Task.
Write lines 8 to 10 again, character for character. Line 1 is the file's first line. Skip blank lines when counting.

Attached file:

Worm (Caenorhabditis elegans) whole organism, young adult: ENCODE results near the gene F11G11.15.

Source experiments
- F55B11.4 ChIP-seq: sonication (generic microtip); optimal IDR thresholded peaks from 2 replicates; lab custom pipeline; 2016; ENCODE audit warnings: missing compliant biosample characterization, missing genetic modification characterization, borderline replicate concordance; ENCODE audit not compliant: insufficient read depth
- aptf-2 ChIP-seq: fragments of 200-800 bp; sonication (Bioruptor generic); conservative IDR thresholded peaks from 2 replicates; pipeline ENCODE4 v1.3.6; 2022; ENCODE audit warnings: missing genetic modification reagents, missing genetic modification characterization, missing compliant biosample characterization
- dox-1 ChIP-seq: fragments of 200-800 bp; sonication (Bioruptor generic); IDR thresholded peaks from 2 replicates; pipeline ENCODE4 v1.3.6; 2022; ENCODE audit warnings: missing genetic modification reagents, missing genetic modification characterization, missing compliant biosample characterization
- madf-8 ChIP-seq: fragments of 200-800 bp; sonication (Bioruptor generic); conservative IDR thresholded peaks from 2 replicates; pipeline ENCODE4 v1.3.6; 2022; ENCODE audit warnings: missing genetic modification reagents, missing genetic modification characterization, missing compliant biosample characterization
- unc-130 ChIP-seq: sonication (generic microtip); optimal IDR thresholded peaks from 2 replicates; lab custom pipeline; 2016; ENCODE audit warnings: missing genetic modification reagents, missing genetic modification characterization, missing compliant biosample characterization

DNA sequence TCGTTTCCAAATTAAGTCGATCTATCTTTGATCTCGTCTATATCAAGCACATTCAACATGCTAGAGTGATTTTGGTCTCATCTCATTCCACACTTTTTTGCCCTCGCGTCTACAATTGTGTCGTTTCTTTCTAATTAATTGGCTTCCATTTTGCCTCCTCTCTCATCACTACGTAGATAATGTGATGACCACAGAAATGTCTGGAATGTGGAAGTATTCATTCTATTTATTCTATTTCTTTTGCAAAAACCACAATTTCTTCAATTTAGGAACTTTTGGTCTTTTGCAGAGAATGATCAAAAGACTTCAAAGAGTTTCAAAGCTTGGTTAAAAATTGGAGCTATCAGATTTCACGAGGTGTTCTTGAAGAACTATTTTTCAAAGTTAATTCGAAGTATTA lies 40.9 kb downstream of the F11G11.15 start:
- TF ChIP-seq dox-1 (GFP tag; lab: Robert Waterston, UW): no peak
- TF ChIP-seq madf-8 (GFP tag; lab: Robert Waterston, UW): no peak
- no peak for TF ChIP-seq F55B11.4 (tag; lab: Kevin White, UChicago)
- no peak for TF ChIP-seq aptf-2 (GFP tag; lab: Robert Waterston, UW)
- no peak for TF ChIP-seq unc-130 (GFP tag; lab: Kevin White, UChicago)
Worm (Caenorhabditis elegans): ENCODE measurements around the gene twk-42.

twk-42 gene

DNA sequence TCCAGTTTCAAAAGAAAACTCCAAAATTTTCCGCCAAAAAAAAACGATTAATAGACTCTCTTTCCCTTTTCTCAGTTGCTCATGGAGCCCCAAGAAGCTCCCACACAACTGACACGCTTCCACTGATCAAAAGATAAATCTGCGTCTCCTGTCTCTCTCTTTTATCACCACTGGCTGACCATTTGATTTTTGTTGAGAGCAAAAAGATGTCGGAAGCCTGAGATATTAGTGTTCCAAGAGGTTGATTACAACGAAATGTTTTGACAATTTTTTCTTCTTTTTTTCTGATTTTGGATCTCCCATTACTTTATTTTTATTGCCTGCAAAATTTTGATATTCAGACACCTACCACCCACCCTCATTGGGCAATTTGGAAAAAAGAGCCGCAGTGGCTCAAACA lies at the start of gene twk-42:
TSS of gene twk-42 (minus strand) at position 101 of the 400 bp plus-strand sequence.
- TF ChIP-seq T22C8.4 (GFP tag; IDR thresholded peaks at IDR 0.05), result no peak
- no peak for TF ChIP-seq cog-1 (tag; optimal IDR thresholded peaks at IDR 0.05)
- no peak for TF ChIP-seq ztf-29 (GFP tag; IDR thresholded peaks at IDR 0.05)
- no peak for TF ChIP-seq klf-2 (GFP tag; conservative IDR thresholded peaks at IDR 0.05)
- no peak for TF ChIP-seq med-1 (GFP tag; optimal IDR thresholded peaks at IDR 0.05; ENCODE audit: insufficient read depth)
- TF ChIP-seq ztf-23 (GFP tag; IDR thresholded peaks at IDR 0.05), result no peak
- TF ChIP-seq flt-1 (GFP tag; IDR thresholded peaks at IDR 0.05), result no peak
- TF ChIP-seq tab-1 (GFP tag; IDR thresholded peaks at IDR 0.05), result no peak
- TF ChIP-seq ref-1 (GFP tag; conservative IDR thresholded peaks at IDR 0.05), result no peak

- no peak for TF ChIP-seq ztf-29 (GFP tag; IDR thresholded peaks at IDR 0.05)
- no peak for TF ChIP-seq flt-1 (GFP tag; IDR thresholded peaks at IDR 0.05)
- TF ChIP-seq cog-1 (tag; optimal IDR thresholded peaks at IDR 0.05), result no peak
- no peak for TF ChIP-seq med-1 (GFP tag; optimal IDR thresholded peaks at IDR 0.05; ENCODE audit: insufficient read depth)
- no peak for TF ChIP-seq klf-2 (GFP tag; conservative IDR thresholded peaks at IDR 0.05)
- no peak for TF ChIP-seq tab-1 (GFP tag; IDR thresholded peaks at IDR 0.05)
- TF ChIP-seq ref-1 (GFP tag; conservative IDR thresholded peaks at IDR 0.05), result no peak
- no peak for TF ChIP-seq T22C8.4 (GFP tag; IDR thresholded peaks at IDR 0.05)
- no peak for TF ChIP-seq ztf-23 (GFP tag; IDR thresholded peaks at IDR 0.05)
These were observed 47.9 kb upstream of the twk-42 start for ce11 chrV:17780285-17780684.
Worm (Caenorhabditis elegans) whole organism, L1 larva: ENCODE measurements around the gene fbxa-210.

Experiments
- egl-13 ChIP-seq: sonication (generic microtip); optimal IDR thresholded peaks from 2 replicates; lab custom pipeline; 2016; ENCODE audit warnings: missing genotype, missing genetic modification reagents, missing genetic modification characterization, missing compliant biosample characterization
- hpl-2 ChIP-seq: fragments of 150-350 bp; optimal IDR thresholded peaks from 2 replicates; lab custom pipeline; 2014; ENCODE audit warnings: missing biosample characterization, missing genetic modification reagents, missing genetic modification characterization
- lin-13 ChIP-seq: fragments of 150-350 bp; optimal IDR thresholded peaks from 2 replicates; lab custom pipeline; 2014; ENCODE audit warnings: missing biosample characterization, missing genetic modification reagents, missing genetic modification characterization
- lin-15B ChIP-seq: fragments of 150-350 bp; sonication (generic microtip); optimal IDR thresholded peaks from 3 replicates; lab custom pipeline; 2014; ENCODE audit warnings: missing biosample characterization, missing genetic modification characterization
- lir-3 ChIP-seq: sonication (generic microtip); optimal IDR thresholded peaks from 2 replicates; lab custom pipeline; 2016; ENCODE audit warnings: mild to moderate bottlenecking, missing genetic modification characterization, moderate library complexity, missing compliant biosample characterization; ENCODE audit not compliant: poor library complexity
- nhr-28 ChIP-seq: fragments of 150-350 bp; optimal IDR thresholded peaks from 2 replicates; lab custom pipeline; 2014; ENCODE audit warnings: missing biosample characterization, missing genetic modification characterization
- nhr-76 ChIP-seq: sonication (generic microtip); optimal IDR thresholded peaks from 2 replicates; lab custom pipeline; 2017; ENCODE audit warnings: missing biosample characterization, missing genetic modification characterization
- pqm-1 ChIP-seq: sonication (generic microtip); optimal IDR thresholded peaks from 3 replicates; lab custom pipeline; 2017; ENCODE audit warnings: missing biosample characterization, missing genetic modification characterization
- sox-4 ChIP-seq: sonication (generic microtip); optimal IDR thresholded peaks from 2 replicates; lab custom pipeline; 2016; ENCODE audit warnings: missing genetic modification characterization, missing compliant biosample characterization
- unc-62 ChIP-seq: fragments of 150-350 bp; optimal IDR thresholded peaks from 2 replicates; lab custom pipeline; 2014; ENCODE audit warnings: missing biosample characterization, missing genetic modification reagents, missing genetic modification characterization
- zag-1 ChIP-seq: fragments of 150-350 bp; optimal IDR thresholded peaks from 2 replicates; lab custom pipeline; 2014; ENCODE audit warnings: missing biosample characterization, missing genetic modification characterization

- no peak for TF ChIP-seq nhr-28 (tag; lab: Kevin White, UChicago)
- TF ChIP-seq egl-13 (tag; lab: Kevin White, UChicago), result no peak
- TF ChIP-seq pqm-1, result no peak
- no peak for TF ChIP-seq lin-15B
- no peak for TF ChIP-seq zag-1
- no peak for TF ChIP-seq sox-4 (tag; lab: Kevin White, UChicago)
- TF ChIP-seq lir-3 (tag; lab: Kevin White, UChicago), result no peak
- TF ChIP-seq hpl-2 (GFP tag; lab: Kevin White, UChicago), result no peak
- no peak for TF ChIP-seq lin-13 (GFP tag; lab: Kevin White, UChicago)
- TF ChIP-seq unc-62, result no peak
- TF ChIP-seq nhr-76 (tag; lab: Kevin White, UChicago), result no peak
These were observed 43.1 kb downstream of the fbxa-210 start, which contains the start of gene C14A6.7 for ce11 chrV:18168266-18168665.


DNA sequence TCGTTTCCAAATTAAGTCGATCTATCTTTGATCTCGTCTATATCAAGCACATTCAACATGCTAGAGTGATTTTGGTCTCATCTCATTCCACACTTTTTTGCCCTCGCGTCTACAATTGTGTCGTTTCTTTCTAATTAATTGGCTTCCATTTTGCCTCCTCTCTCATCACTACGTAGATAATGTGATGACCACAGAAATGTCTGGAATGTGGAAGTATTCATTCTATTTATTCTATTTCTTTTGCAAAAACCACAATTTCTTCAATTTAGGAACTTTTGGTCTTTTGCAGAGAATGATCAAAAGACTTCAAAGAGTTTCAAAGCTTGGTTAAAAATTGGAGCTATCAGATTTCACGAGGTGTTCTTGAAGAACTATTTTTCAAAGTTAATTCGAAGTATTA lies 40.9 kb downstream of the F11G11.15 start:
- TF ChIP-seq dox-1 (GFP tag; lab: Robert Waterston, UW): no peak
- TF ChIP-seq madf-8 (GFP tag; lab: Robert Waterston, UW): no peak